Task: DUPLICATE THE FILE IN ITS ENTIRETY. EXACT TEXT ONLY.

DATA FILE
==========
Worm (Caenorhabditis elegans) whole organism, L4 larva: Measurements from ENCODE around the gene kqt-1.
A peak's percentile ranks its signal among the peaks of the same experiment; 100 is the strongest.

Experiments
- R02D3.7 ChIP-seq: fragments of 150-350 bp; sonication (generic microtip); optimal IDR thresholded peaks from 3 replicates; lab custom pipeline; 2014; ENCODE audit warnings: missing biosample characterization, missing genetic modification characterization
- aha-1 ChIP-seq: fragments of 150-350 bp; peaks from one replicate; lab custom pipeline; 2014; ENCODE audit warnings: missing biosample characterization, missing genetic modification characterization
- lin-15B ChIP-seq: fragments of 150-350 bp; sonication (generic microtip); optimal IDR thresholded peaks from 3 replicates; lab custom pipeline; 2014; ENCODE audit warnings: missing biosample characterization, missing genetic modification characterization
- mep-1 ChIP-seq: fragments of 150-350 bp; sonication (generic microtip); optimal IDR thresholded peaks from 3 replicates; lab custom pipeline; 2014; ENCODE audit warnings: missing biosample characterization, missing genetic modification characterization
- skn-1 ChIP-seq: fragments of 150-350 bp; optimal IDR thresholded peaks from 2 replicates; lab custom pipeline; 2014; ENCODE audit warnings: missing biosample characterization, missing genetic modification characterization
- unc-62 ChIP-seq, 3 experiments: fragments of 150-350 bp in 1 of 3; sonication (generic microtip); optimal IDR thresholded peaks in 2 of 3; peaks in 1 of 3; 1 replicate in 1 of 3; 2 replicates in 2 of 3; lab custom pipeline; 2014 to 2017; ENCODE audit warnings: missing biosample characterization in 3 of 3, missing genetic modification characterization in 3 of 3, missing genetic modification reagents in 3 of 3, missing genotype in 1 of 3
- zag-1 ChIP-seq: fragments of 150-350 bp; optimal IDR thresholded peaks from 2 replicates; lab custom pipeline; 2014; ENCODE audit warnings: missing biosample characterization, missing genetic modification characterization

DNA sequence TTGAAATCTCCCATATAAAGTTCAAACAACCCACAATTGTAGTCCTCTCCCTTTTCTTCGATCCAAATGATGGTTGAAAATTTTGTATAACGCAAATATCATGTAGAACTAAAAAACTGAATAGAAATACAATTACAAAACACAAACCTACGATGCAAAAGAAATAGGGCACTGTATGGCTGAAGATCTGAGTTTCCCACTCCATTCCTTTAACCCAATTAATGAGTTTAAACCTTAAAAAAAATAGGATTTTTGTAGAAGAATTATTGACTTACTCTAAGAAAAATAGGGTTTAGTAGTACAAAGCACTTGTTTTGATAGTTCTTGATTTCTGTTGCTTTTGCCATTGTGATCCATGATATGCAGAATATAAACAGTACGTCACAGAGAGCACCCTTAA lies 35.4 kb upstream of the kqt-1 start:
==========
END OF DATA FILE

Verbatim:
Worm (Caenorhabditis elegans) whole organism, L4 larva: Measurements from ENCODE around the gene kqt-1.
A peak's percentile ranks its signal among the peaks of the same experiment; 100 is the strongest.

Experiments
- R02D3.7 ChIP-seq: fragments of 150-350 bp; sonication (generic microtip); optimal IDR thresholded peaks from 3 replicates; lab custom pipeline; 2014; ENCODE audit warnings: missing biosample characterization, missing genetic modification characterization
- aha-1 ChIP-seq: fragments of 150-350 bp; peaks from one replicate; lab custom pipeline; 2014; ENCODE audit warnings: missing biosample characterization, missing genetic modification characterization
- lin-15B ChIP-seq: fragments of 150-350 bp; sonication (generic microtip); optimal IDR thresholded peaks from 3 replicates; lab custom pipeline; 2014; ENCODE audit warnings: missing biosample characterization, missing genetic modification characterization
- mep-1 ChIP-seq: fragments of 150-350 bp; sonication (generic microtip); optimal IDR thresholded peaks from 3 replicates; lab custom pipeline; 2014; ENCODE audit warnings: missing biosample characterization, missing genetic modification characterization
- skn-1 ChIP-seq: fragments of 150-350 bp; optimal IDR thresholded peaks from 2 replicates; lab custom pipeline; 2014; ENCODE audit warnings: missing biosample characterization, missing genetic modification characterization
- unc-62 ChIP-seq, 3 experiments: fragments of 150-350 bp in 1 of 3; sonication (generic microtip); optimal IDR thresholded peaks in 2 of 3; peaks in 1 of 3; 1 replicate in 1 of 3; 2 replicates in 2 of 3; lab custom pipeline; 2014 to 2017; ENCODE audit warnings: missing biosample characterization in 3 of 3, missing genetic modification characterization in 3 of 3, missing genetic modification reagents in 3 of 3, missing genotype in 1 of 3
- zag-1 ChIP-seq: fragments of 150-350 bp; optimal IDR thresholded peaks from 2 replicates; lab custom pipeline; 2014; ENCODE audit warnings: missing biosample characterization, missing genetic modification characterization

DNA sequence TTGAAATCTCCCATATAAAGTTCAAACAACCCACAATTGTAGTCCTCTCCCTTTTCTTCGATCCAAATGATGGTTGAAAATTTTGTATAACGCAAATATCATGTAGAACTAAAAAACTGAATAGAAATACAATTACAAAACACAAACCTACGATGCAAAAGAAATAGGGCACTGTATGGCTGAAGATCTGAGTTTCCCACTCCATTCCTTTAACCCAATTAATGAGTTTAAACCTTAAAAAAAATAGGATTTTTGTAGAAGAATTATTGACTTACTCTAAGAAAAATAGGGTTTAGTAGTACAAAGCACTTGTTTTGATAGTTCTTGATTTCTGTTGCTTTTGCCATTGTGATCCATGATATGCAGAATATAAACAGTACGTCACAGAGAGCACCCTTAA lies 35.4 kb upstream of the kqt-1 start: